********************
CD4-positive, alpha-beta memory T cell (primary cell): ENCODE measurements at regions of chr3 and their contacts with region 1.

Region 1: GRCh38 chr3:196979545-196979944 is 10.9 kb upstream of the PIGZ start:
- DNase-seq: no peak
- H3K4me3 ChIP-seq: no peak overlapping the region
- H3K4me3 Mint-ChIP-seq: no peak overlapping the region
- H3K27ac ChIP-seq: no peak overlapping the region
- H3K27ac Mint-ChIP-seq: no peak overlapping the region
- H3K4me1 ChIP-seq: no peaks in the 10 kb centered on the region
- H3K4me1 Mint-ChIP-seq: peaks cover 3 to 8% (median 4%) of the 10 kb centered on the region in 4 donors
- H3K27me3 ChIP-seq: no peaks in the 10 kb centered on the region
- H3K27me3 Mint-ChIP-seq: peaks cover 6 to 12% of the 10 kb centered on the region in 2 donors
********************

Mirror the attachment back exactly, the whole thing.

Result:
CD4-positive, alpha-beta memory T cell (primary cell): ENCODE measurements at regions of chr3 and their contacts with region 1.

Region 1: GRCh38 chr3:196979545-196979944 is 10.9 kb upstream of the PIGZ start:
- DNase-seq: no peak
- H3K4me3 ChIP-seq: no peak overlapping the region
- H3K4me3 Mint-ChIP-seq: no peak overlapping the region
- H3K27ac ChIP-seq: no peak overlapping the region
- H3K27ac Mint-ChIP-seq: no peak overlapping the region
- H3K4me1 ChIP-seq: no peaks in the 10 kb centered on the region
- H3K4me1 Mint-ChIP-seq: peaks cover 3 to 8% (median 4%) of the 10 kb centered on the region in 4 donors
- H3K27me3 ChIP-seq: no peaks in the 10 kb centered on the region
- H3K27me3 Mint-ChIP-seq: peaks cover 6 to 12% of the 10 kb centered on the region in 2 donors